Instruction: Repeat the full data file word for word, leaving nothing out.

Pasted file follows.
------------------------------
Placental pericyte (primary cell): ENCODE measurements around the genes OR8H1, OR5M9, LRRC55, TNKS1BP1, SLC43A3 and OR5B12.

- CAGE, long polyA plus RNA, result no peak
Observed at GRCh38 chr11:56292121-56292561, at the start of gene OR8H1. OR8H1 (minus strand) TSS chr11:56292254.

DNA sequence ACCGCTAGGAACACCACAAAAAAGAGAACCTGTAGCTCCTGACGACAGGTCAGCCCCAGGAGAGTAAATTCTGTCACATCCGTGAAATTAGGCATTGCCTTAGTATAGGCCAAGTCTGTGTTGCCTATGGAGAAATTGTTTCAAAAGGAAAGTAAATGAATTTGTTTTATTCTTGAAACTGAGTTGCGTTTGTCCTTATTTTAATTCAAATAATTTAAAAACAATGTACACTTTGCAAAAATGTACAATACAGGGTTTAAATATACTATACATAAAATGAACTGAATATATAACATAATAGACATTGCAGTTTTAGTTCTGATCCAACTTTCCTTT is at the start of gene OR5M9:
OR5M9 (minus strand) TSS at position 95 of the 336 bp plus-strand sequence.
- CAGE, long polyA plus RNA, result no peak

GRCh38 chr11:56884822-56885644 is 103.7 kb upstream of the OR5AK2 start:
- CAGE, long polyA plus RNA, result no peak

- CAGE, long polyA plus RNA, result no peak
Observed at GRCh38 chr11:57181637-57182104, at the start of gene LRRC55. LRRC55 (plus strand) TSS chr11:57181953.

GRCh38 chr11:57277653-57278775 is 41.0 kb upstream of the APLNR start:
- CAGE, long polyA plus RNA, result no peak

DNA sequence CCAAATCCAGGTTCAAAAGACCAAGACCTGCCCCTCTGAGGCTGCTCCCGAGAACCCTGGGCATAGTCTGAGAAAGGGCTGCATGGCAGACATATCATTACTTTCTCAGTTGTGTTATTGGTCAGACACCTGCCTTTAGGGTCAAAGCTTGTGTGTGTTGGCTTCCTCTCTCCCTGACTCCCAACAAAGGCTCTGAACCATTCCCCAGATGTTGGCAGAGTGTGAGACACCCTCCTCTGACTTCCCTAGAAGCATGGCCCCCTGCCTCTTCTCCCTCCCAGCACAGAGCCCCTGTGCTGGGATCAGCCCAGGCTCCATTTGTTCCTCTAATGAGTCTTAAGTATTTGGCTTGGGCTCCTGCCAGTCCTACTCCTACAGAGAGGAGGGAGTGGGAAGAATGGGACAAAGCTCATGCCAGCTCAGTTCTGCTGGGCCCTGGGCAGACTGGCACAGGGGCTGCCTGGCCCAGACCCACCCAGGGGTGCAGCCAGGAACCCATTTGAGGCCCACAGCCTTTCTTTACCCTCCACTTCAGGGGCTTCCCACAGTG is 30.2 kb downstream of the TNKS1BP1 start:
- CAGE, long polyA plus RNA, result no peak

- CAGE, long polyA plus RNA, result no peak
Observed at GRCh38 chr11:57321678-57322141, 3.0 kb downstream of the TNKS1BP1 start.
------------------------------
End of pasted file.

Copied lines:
Placental pericyte (primary cell): ENCODE measurements around the genes OR8H1, OR5M9, LRRC55, TNKS1BP1, SLC43A3 and OR5B12.

- CAGE, long polyA plus RNA, result no peak
Observed at GRCh38 chr11:56292121-56292561, at the start of gene OR8H1. OR8H1 (minus strand) TSS chr11:56292254.

DNA sequence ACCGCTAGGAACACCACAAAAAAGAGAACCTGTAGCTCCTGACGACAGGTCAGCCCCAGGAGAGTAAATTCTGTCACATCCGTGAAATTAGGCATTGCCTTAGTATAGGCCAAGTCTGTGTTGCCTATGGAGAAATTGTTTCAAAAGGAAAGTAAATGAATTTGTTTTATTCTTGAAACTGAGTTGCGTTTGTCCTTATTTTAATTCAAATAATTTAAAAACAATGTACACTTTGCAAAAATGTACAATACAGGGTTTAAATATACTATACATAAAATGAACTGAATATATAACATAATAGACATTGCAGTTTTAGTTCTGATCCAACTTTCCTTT is at the start of gene OR5M9:
OR5M9 (minus strand) TSS at position 95 of the 336 bp plus-strand sequence.
- CAGE, long polyA plus RNA, result no peak

GRCh38 chr11:56884822-56885644 is 103.7 kb upstream of the OR5AK2 start:
- CAGE, long polyA plus RNA, result no peak

- CAGE, long polyA plus RNA, result no peak
Observed at GRCh38 chr11:57181637-57182104, at the start of gene LRRC55. LRRC55 (plus strand) TSS chr11:57181953.

GRCh38 chr11:57277653-57278775 is 41.0 kb upstream of the APLNR start:
- CAGE, long polyA plus RNA, result no peak

DNA sequence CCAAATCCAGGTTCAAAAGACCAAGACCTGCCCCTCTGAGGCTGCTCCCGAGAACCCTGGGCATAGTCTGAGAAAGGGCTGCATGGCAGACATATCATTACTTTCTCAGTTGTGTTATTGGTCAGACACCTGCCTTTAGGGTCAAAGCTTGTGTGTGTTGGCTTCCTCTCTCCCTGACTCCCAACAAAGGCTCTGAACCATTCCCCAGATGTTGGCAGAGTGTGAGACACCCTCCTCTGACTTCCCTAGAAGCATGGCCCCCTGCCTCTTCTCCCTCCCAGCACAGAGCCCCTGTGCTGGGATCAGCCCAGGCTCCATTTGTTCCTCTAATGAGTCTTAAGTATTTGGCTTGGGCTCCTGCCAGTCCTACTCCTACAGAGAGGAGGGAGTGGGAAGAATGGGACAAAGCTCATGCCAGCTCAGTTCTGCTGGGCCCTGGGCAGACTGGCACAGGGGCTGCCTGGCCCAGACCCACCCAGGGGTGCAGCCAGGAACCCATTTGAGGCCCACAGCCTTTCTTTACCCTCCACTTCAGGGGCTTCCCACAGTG is 30.2 kb downstream of the TNKS1BP1 start:
- CAGE, long polyA plus RNA, result no peak

- CAGE, long polyA plus RNA, result no peak
Observed at GRCh38 chr11:57321678-57322141, 3.0 kb downstream of the TNKS1BP1 start.